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Senior citizens

Pensioners fall on hard times

by Jeffrey Moyo

Nowadays

82-year old Chipo Gwatiringa sits with her back to the wall of the Post Office Savings Bank in Harare, the Zimbabwean capital. She is waiting for her turn to withdraw her pension pay-out. A liquidity crunch is gripping this Southern African nation, however, and Gwatiringa says that this is her third day of queuing to get her money.

“I have no food at home; I lost my three children to AIDS and there is no one to support me,” Gwatiringa says. “I have been relying on my pension over the years. I worked for the government for 43 years as a teacher, and now I don’t get what I am owed,” she adds.

Back home, she faces the burden of looking after her eight orphaned grandchildren. “They have stopped going to school, since there is no money for buying school items. They need my support; I’m the hand that feeds them. If cash is now hard to come by in the banks where our money ought to be safe, then my grandchildren and I are doomed to starve.”

Gwatiringa’s case is typical of Zimbabwe’s aged pensioners. Their fate is worsening as the cash crisis is become more desperate. In April last year, the banks limited the amount people could withdraw to $ 500 at one time. Zimbabwe uses the US currency after its own currency was debased by hyperinflation a few years back. By the end of 2016, the maximum amount people could cash in was $ 150. Pensioners, however, are allowed to withdraw only $ 20 to $ 50 a day. Senior citizens like Gwatiringa are struggling to make ends meet.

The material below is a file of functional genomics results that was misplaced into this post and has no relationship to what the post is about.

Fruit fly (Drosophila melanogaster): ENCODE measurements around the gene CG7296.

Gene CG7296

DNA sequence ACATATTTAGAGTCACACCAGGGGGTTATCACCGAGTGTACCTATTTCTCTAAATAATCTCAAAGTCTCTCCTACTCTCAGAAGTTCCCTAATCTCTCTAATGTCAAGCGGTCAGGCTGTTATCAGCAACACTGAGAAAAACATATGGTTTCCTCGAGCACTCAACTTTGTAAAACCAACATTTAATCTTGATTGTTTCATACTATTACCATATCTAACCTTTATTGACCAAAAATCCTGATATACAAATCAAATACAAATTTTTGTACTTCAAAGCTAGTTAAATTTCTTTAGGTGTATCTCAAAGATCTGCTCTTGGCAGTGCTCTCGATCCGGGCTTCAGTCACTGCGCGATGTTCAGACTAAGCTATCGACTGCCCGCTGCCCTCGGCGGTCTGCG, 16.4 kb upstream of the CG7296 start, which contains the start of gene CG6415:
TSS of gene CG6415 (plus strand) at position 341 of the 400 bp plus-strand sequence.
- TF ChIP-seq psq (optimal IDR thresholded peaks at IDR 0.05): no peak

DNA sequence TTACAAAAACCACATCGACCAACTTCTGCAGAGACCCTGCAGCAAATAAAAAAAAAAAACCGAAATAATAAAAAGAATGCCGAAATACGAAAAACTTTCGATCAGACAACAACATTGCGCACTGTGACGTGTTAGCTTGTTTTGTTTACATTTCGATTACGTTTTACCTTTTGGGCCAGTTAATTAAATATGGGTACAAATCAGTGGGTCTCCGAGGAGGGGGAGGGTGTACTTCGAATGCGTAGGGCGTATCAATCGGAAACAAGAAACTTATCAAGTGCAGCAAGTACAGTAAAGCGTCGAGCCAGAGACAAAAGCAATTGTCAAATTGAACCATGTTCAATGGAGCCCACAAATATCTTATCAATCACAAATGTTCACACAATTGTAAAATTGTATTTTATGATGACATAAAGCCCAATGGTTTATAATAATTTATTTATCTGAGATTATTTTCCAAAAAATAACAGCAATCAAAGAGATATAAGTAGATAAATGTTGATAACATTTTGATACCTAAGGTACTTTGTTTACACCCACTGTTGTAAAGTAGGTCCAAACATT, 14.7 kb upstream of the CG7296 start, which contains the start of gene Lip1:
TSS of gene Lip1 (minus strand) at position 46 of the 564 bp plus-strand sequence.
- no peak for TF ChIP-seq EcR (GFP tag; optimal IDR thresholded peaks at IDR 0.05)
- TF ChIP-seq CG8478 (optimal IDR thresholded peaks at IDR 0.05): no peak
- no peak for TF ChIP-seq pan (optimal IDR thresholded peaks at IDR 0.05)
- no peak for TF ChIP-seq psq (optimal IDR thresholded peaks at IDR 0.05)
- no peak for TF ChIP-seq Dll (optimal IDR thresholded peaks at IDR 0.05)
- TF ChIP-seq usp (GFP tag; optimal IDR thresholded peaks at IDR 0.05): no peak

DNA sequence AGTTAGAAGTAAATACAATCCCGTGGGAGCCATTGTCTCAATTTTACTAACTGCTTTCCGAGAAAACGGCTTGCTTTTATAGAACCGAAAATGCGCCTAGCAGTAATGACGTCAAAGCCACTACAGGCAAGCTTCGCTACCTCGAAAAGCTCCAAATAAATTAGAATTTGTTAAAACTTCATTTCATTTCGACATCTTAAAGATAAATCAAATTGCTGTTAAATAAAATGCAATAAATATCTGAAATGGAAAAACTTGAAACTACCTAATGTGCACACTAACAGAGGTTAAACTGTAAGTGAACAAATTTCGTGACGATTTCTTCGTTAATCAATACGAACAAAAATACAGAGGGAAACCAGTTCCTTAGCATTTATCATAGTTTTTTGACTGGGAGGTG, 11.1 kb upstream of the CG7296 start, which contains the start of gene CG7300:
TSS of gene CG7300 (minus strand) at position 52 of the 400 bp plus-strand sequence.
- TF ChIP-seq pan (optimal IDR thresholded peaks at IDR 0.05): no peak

According to Josephat Kahwema, the president of the Employers’ Confederation of Zimbabwe, pensioners play a fundamental role in a country’s economy. “Pensions are major anchors of social and economic stability. They are also major sources of investment funding providing the baseline social safety net, which means pensions drive national economic activity,” Kahwema points out.

78-year old Zviratidzo is also a retired teacher: “Although my monthly pension pay-out stands at $ 200 USD, I currently have to withdraw 20 dollars a day if I am lucky to find a bank with cash, but I have to spend sizeable chunks of these amounts on transport, travelling to urban centres to collect my pension.” She is from Zimbabwe’s Mashonaland East Province. Like others, she has begun to sell minor items along the highway, trying to make some additional money.


Jeffrey Moyo is a journalist and lives in Harare, Zimbabwe.
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